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Food Friday Tips : Grits

Ray Sawhill via Flickr

Tune into Food Friday this week when Chef Jasper Alexander of Hattie's Restaurant in Saratoga Spring joins Ray Graf in the studio to talk Southern cooking and soul food!

Grits suffer a great paradox and are one of the most misunderstood Southern delicacies.  Basic sustenance to a Southerner, yet comic fodder for anyone outside the south. 

It goes much deeper that that though.  Most people who did not grow up in the South or do not have southern roots don’t even know what grits are, let alone if they like them or not.  It’s not entirely their fault. 

If you live outside the South you probably have only been exposed to instant or quick grits.  Good news!  You haven’t really had real grits, so its time to come into the fold.  For clarity's sake lets establish few things.  Real grits are stone-ground dried corn, period, end of story.  Quick grits, where the germ and hull have been removed or instant grits which are cooked, dehydrated and re-ground have about as much in common with stone ground grits as a loaf of naturally leavened French bread does with Wonder Bread.  It’s just not the same thing. 

Real grits are ground whole, hull, germ and all and have delicious sweet corn flavor and wonderfully creamy yet slightly grainy texture when cooked.  They and can be either white or yellow based on the color of the corn they are made from.  Yellow grits tend to have a more pronounced corn flavor and smoother texture than white grits. While you're still not likely to find stone ground grits in your typical grocery store, they are generally available at health food and specialty grocers around the country.  You can also order quite easily online.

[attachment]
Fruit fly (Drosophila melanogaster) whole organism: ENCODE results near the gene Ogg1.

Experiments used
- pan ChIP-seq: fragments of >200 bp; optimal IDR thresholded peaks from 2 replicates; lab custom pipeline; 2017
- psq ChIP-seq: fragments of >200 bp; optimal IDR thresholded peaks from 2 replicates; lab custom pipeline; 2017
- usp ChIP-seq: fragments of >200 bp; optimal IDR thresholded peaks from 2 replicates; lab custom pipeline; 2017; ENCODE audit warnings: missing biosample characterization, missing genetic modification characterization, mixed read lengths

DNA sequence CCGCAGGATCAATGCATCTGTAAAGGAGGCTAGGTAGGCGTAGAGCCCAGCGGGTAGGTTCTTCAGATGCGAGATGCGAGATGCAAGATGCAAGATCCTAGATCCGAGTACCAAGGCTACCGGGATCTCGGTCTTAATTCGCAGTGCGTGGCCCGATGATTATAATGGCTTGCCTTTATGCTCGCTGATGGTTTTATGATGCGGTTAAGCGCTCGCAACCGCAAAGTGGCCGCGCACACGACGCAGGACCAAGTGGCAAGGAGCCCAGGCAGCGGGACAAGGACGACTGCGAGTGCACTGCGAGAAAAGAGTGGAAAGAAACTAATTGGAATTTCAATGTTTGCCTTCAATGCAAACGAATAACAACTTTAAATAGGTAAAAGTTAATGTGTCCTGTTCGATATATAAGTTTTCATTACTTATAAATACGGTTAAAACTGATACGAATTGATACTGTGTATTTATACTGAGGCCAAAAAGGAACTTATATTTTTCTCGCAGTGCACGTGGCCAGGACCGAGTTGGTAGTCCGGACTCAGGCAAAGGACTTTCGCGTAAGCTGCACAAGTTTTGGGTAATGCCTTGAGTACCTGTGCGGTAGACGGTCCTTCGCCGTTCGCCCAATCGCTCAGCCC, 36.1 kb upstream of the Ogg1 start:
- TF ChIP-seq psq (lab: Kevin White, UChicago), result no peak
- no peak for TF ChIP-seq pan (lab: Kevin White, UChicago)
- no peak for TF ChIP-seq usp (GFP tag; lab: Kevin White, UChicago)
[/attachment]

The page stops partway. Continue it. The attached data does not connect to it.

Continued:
Despite being dried, fresh stoned ground grits are quite perishable and should be stored in the refrigerator or freezer.  One of the best things about grits is their versatility.  They can be cooked with water, milk, cream or stock depending on your application.  They can be made and served creamy or refrigerated, cut into shapes and fried, which gives them a nice crispy exterior.  I have even cooked them in coconut milk and sugar and used them as a component to a dessert. They are great plain with just salt and butter, with cheese or with bacon or country ham folded in.

This recipe is creamy grits in their most basic form and will provide an excellent base for experimentation for the grit novice:

Basic Grits


4 cups milk

1 cup stone ground grits

2 tablespoons butter

1 tablespoon kosher salt

½ teaspoon black pepper


1. Pour milk into a saucepan and bring to a boil over medium high heat. 

2. Once the milk boils, add the grits and reduce heat to medium. Stir constantly until the mixture begins to simmer so that there are bubbles breaking surface consistently but not vigorously. 

3. Reduce the heat to low and simmer while stirring every 2-3 minutes for about 60 minutes. The grits will continue to thicken and you may need to add more milk or water as necessary to adjust the consistency for your particular taste or application. The longer you cook the grits and the more frequently you stir, the better they will be.  Once your arm has given out, add the butter and adjust the seasoning with more salt and pepper.

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